Academic research and the curse of shiny objects


Let’s look at this from a different point of view. Would you invest your hard-earned savings in a home based on verbal statements from a real estate agent? Highly unlikely!

What about college research?

Why are so many students and families drawn like butterflies to a flame towards the so-called top 50 colleges and universities? Lists that are published in glossy magazines that carry strong brand titles.

Since the total cost of tuition over four years will range from $100,000 to $300,000 (and rising), shouldn’t there be a big Buyer Beware sign at the top of these listings?

Perhaps the biggest reason parents and students are dazzled by branded schools is that they don’t realize that colleges and universities are businesses, even if they’re not for profit.

These are not charities!

And how do these schools manage their business?

  • Incoming students are inventory/work in progress
  • Income comes from family contributions, federal grants and loans

In addition, more and more colleges are now employing agents to bring in international students who will pay full tuition, while faculty are often required to bring in grants from foundations and other private sources.

Again – it’s a business!

As counselors, we understand that children leaving home and going to college is a huge event, fraught with anxiety and emotion. It is therefore not always easy to be objective and objective and to adopt a commercial approach.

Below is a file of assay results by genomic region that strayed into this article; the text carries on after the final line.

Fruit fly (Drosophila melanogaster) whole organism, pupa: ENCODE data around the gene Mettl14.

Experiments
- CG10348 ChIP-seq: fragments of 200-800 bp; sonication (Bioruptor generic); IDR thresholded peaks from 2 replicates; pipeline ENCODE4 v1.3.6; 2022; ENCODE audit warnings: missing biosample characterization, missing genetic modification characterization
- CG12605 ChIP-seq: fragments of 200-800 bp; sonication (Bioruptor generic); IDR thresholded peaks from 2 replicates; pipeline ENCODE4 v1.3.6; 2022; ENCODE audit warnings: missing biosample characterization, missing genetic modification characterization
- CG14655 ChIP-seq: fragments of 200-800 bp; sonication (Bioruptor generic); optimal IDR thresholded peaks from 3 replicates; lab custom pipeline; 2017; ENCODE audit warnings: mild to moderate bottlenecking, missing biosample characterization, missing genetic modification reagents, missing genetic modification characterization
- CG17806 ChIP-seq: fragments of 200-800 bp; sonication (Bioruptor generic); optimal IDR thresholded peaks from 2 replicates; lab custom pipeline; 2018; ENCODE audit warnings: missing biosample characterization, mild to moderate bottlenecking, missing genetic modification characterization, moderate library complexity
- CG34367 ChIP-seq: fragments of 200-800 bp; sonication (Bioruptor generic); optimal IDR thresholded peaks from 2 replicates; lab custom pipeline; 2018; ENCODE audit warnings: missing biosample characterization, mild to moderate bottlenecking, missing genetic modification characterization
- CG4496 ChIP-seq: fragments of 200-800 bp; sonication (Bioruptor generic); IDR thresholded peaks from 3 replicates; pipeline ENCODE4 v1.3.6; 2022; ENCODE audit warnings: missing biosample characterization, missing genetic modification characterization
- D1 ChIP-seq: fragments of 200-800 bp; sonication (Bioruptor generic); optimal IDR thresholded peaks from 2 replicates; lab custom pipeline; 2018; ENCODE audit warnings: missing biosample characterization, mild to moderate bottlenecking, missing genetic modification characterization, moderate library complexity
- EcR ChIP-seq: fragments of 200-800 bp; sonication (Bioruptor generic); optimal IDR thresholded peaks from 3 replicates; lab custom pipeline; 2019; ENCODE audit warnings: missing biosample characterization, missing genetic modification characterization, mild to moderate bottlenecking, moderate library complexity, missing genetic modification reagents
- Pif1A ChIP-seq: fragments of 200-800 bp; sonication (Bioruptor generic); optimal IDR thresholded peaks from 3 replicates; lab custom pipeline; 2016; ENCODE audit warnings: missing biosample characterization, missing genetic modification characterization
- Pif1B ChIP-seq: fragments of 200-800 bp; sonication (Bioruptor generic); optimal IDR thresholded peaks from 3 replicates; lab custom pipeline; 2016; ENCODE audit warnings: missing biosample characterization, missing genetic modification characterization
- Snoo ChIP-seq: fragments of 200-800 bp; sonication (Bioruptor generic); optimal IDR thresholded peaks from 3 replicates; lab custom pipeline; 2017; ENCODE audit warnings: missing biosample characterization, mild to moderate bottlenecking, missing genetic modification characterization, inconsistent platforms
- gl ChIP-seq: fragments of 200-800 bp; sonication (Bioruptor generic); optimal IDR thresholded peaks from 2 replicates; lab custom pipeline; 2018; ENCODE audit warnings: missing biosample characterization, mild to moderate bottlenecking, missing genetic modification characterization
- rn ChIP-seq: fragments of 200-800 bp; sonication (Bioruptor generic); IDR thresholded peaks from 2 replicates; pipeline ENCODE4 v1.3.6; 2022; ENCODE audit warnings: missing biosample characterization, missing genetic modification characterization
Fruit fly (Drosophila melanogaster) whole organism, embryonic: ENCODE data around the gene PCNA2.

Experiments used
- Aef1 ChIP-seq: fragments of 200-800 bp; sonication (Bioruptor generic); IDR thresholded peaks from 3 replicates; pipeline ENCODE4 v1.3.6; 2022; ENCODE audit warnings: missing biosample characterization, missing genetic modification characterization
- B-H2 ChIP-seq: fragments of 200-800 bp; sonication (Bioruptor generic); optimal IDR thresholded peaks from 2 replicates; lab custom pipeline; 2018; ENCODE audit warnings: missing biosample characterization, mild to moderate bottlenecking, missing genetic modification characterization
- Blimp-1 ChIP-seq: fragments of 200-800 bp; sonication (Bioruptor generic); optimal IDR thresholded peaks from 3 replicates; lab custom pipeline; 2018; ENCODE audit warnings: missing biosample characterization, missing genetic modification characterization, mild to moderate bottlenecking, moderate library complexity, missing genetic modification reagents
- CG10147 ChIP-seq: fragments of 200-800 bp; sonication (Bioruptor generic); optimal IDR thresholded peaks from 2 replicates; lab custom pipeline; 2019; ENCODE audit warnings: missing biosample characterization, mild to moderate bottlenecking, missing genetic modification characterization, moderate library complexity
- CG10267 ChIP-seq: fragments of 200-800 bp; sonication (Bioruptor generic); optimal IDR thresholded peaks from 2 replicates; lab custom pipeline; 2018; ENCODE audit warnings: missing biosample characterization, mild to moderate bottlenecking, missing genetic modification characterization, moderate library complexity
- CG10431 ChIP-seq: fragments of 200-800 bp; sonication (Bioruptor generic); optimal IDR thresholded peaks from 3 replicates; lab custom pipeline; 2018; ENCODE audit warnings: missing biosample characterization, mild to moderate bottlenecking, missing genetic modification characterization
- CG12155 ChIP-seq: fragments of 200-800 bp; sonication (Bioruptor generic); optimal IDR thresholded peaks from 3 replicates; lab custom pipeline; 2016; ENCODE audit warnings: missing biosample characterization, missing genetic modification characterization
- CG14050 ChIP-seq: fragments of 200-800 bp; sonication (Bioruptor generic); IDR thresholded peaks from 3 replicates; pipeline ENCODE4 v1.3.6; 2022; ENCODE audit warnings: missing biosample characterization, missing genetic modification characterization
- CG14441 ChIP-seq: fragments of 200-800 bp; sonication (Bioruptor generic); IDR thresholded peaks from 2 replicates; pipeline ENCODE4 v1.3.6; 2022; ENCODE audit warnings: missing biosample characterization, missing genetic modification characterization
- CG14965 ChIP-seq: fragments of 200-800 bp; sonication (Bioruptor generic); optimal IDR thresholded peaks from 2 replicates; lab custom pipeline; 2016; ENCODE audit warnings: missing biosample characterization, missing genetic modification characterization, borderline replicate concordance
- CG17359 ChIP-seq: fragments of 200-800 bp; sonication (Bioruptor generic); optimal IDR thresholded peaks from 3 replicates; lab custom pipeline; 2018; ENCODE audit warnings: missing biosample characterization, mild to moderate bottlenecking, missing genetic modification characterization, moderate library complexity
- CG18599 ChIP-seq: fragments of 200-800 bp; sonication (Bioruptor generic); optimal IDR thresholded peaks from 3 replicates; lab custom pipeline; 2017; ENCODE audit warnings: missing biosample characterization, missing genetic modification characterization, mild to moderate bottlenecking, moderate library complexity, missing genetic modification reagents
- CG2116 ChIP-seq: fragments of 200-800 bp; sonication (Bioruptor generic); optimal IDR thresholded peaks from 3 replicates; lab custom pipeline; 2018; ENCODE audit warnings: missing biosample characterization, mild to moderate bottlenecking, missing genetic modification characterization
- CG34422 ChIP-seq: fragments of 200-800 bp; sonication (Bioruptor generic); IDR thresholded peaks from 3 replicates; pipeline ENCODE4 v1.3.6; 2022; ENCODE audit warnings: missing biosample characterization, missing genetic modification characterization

But isn’t it wise and comforting in the long run to avoid dropouts or transfers after the first year (it happens about 40% of the time) or the $30,000+ in student debt after graduation? diploma ? (This is just the average and does not include parental debt).

And note that these numbers are not improving.

Going back to the real estate example, if you hate traffic, noise, and car exhaust, why would you buy a house downtown? If you like theatres, restaurants and shopping, the countryside will probably bore you to tears.

The same reasoning applies to finding a college or university. Matching your student’s academic abilities, personal preferences, and pursuits with colleges your family can really afford just makes sense.

Unfortunately, the process doesn’t usually go that way. Colleges sell directly to students, leaving parents out of the loop.

And parents are often reluctant to be open with their children about money and affordability.

Such a lack of communication and team effort leads to poor decisions, more expense, and potential failure.

Effective academic research may not be rocket science. But it is complex and detailed enough to require a complete understanding of the process, precise information and clear thinking.

Contrary to what glossy magazines and the college marketing system promote, the healthiest start to a college search is to measure exactly what the family can afford. And you should understand that the expected family contribution will usually not cover the full family payment. So be prepared to pay more.

Although parents often grit their teeth at this idea, it really sets the stage for effective college research. From this platform, all other elements can be taken into account objectively.

And remember that there are hundreds of great schools out there, not just the ones featured in these branded publications.

Source by Michael Prime

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